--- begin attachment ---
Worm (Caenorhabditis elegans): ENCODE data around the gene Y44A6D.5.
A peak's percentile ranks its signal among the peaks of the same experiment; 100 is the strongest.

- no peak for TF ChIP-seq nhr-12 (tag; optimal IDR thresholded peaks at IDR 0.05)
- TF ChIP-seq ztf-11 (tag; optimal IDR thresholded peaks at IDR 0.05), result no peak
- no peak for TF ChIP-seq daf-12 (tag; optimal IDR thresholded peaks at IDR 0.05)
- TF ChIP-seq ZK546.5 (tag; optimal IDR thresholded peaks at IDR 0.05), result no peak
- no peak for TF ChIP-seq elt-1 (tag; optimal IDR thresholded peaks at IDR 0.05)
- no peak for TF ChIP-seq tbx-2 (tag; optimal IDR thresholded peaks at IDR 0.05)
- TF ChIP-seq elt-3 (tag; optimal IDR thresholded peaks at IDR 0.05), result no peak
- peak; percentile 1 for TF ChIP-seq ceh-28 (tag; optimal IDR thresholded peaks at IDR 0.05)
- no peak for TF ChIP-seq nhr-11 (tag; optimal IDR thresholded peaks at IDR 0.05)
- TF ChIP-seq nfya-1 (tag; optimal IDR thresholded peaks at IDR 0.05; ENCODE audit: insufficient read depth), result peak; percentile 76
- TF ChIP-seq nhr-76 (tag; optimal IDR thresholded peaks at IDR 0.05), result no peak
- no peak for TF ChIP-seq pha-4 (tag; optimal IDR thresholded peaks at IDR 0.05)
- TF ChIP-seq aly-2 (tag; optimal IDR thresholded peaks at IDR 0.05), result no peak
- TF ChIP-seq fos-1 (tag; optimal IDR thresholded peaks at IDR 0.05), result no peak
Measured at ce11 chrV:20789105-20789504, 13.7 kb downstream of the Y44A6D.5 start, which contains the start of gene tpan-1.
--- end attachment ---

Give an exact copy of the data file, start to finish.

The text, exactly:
Worm (Caenorhabditis elegans): ENCODE data around the gene Y44A6D.5.
A peak's percentile ranks its signal among the peaks of the same experiment; 100 is the strongest.

- no peak for TF ChIP-seq nhr-12 (tag; optimal IDR thresholded peaks at IDR 0.05)
- TF ChIP-seq ztf-11 (tag; optimal IDR thresholded peaks at IDR 0.05), result no peak
- no peak for TF ChIP-seq daf-12 (tag; optimal IDR thresholded peaks at IDR 0.05)
- TF ChIP-seq ZK546.5 (tag; optimal IDR thresholded peaks at IDR 0.05), result no peak
- no peak for TF ChIP-seq elt-1 (tag; optimal IDR thresholded peaks at IDR 0.05)
- no peak for TF ChIP-seq tbx-2 (tag; optimal IDR thresholded peaks at IDR 0.05)
- TF ChIP-seq elt-3 (tag; optimal IDR thresholded peaks at IDR 0.05), result no peak
- peak; percentile 1 for TF ChIP-seq ceh-28 (tag; optimal IDR thresholded peaks at IDR 0.05)
- no peak for TF ChIP-seq nhr-11 (tag; optimal IDR thresholded peaks at IDR 0.05)
- TF ChIP-seq nfya-1 (tag; optimal IDR thresholded peaks at IDR 0.05; ENCODE audit: insufficient read depth), result peak; percentile 76
- TF ChIP-seq nhr-76 (tag; optimal IDR thresholded peaks at IDR 0.05), result no peak
- no peak for TF ChIP-seq pha-4 (tag; optimal IDR thresholded peaks at IDR 0.05)
- TF ChIP-seq aly-2 (tag; optimal IDR thresholded peaks at IDR 0.05), result no peak
- TF ChIP-seq fos-1 (tag; optimal IDR thresholded peaks at IDR 0.05), result no peak
Measured at ce11 chrV:20789105-20789504, 13.7 kb downstream of the Y44A6D.5 start, which contains the start of gene tpan-1.